Today was day 3 of camp and my first shot at leading Team Orange to success. In making my lesson plan with Jo Ann the night before I knew that I had a pretty full plate of activities to get through but we’ve been told over and over it’s better to over plan the day and prioritize rather than underplay. Since today was the first day at the U of R I was hoping to give the campers a tour of what was available to them during camp and to undergraduates to give them a taste for all that college has to offer.
We started the say with a science infused version of headbands which pushed the campers to expand their science equipment vocabulary which also helped us leaders to see if the campers knew the names for some of the things we planned on using with them in our data analysis. From there we moved quickly over to Hutchinson Hall (while giving a mini campus tour) so that we could use some aquarium testing supplies to test our water samples for Nitrates, Nitrites, Ammonia, and pH. This part was meant to work as four stations that each group of 2-3 campers would move through in 10 min increments but my timing was off (and behind) so we each only got to two stations. However, while the breadth of analysis wasn’t as I had aimed each camper was fully engaged in the color changed and their meanings all while observing all safety rules closely.
We then walked back to LeChase the long way and gave our group a more thorough tour of campus including some myths (such as the dandelion square clock tower one, which many campers pushed back on). The tour went exceptionally well and it seemed like everyone asked questions and were genuinely excited and motivated (at least in that moment) to experience college.
Eric very gracefully skipped lunch to help prep for bacteria work to make up for some lost time, which was a huge help for me. We divided into two groups (boys & girls, surprise surprise) to count three locations’ bacteria plates. After which (with negative time) I demonstrated quickly how we were going to filter the samples for sediment (another way to determine turbidity) using coffee filters and beakers to separate a pre-determined amount of water sample. This process is going to have to be completed by us leaders to make up some time but we are hoping to get them to look at the collected sediment through the microscopes so make some visual comparisons.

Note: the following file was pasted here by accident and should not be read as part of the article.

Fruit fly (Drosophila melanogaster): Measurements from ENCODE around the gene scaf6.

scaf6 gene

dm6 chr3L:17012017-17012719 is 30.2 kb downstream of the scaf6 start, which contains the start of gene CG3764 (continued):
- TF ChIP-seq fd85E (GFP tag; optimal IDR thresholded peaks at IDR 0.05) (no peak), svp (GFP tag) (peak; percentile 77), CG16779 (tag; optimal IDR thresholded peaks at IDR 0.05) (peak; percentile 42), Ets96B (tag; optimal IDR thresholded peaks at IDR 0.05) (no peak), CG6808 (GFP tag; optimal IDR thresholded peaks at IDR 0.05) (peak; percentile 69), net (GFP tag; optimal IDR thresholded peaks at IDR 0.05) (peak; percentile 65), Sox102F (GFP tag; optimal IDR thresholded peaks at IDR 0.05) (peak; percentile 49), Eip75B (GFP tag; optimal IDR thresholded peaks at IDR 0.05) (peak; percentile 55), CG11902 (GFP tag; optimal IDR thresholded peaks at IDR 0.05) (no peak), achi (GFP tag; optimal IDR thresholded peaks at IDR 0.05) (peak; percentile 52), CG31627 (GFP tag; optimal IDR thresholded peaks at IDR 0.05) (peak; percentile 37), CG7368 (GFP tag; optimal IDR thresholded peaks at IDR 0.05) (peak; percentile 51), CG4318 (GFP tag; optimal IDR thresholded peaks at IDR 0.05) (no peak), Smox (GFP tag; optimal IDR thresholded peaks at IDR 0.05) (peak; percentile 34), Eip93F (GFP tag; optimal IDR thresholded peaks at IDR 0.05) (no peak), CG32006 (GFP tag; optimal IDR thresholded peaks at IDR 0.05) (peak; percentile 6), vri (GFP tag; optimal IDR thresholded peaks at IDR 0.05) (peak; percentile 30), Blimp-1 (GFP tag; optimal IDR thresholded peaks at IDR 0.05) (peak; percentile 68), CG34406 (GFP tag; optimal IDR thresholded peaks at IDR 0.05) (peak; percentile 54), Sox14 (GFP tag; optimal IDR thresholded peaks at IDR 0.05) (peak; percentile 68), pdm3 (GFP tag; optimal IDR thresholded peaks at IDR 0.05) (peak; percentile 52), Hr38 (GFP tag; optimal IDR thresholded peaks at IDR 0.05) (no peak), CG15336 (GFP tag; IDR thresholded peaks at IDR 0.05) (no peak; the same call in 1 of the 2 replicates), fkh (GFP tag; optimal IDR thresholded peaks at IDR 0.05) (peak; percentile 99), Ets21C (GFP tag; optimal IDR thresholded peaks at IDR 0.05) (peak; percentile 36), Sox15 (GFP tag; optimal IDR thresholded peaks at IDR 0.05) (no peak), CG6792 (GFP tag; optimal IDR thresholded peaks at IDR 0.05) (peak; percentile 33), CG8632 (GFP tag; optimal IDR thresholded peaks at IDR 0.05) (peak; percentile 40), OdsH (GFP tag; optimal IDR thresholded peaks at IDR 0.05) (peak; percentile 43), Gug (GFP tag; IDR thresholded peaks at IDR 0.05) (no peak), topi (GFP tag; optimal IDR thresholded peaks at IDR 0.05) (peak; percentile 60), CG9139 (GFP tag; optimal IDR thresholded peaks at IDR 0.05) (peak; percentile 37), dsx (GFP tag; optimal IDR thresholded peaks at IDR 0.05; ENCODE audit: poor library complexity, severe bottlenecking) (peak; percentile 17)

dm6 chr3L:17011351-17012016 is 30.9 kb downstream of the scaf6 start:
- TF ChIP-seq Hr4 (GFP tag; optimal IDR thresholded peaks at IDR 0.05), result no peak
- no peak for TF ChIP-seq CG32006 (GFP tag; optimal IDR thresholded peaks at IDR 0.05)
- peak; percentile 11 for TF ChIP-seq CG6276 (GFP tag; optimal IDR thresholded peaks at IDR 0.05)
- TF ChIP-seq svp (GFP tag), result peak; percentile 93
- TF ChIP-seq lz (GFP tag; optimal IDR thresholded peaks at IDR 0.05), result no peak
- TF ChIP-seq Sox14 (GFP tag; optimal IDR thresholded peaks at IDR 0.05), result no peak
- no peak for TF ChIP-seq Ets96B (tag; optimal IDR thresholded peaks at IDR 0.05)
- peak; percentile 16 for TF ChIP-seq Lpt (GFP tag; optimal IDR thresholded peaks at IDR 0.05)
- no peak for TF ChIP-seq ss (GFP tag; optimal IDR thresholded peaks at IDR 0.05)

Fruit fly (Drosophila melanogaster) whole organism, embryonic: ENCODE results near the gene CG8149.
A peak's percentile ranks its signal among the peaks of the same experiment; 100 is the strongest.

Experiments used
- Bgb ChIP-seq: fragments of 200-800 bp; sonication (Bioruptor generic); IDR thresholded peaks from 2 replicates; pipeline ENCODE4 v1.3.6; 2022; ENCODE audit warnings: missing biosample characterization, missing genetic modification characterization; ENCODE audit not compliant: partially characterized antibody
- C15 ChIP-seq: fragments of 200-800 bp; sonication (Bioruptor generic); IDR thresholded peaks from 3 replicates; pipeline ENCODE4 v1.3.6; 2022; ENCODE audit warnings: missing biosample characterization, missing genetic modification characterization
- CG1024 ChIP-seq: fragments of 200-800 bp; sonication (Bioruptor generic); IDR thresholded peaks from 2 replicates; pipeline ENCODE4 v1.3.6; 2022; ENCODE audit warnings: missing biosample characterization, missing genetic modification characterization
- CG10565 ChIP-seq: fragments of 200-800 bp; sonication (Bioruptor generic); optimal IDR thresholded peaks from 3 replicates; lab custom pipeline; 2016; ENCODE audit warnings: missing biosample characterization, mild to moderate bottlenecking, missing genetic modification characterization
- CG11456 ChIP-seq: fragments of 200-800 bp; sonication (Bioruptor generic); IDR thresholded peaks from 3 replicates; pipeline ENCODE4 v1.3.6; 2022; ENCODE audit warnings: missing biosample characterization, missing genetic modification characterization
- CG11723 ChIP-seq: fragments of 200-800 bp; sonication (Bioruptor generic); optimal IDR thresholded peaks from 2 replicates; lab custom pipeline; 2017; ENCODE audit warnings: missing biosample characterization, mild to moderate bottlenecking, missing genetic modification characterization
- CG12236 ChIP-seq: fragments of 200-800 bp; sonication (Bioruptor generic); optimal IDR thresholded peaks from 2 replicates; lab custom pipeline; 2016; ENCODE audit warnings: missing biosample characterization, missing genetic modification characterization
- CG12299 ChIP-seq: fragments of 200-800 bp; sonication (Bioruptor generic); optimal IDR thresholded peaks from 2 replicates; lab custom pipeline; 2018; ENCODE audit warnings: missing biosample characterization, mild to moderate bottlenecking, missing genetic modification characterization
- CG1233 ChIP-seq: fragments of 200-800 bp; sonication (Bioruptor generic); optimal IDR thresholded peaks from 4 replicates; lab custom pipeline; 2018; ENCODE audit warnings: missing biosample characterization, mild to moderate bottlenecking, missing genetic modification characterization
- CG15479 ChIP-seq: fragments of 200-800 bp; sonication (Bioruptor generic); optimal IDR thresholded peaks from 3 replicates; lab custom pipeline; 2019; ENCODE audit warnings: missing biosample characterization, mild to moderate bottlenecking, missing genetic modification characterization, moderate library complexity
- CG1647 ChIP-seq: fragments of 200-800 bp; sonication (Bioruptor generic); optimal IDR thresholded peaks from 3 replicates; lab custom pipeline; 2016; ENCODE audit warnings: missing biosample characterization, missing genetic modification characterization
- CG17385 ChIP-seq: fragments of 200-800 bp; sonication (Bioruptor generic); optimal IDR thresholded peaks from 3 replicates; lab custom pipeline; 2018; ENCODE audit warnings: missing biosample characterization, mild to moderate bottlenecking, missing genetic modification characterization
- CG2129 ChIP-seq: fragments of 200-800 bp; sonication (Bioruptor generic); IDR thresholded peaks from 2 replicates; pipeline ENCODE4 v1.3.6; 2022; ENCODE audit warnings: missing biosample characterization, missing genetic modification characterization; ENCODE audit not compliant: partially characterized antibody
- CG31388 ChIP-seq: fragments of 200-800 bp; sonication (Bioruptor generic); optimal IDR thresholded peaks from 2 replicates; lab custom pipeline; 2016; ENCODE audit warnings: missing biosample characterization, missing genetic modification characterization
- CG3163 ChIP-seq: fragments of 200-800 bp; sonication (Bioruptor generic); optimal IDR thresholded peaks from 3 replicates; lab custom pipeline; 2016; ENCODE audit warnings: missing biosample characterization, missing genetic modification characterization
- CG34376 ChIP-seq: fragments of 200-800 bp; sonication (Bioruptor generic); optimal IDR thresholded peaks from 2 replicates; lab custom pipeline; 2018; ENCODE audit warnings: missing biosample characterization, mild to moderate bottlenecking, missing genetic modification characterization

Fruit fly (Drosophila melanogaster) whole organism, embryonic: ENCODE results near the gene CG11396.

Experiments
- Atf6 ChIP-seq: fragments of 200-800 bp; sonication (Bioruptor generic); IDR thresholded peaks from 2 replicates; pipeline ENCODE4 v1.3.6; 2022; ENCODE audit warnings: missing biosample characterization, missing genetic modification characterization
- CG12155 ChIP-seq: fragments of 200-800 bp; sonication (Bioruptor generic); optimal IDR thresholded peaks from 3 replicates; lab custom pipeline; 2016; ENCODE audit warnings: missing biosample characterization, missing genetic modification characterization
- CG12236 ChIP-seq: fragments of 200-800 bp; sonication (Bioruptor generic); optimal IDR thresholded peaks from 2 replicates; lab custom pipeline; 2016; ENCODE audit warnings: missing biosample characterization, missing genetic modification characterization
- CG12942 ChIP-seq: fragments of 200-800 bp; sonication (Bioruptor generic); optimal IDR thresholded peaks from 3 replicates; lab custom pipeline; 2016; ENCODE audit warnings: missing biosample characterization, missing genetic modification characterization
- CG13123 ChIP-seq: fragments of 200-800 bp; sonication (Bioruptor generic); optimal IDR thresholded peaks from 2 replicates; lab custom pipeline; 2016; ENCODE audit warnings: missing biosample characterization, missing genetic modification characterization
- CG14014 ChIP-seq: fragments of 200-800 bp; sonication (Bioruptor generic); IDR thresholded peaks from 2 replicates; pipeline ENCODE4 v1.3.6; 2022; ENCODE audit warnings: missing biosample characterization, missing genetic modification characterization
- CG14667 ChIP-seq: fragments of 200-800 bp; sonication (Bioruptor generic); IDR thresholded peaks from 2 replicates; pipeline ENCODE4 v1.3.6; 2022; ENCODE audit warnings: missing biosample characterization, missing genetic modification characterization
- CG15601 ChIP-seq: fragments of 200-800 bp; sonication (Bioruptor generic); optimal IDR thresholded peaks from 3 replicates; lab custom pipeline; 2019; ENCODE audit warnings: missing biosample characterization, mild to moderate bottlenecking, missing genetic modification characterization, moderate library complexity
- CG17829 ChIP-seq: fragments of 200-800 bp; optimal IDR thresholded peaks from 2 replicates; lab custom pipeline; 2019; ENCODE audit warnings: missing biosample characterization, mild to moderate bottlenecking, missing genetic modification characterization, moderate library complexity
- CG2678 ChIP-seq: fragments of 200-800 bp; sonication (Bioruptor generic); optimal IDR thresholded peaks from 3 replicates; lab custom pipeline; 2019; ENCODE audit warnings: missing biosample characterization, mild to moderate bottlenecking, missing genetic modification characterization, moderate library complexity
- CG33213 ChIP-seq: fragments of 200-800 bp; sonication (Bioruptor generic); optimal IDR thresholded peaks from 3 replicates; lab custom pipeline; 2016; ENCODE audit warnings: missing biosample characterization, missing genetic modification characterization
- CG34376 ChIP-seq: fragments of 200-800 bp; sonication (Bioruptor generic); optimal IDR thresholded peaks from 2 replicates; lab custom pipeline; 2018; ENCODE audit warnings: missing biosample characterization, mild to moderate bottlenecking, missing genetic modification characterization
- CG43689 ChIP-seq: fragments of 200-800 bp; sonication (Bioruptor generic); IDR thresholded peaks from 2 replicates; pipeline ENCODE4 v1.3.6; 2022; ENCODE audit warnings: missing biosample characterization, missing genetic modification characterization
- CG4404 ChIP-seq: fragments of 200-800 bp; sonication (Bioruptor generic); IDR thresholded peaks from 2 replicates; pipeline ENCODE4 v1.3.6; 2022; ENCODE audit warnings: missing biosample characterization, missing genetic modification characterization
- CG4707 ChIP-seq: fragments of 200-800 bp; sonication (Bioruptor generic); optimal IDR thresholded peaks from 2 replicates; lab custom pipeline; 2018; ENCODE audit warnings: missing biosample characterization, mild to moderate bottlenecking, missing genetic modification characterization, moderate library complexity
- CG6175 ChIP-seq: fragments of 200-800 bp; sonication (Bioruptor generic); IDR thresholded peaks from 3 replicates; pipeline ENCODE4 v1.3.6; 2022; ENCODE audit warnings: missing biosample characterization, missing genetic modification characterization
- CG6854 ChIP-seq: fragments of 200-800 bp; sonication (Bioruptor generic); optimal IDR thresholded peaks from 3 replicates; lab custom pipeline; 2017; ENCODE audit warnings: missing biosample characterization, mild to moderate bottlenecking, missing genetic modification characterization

All in all, even though my time management wasn’t ideal the day went exceptionally well. All campers were engaged during all of the activities (which made the day fly by) and we got a lot of “real” science done. The most exciting plus of the day (from a leader standpoint) was that the campers’ thinking was starting to come out on its own, without us prompting (or prying) for it. Our least engaged camper, M, seems to have opened up a little which I’m hoping to continue working to increase his contribution to the group which will be crucial for the Team Presentation. Time and material management wasn’t set up to the best of my abilities because I underestimated how much needed to be done for data analysis. Also, I didn’t get as far as I had hoped, which leaves extra work for tomorrow’s leader but as a group we have decided to set up some stuff for the campers just to cut down on some of the more boring, organizational tasks they would need to do in order to reach their conclusions and construct their explanations. I feel as though today really tested me, my focus, and my resilience but, although the full agenda wasn’t completed, I think we came out on top just from the view that all of our campers were engaged, excited, and left happy. This experience has left me much more confident in my abilities to lead a group of (not always cooperative) adolescents and to get them excited in science; I’m now even more excited to step into a classroom.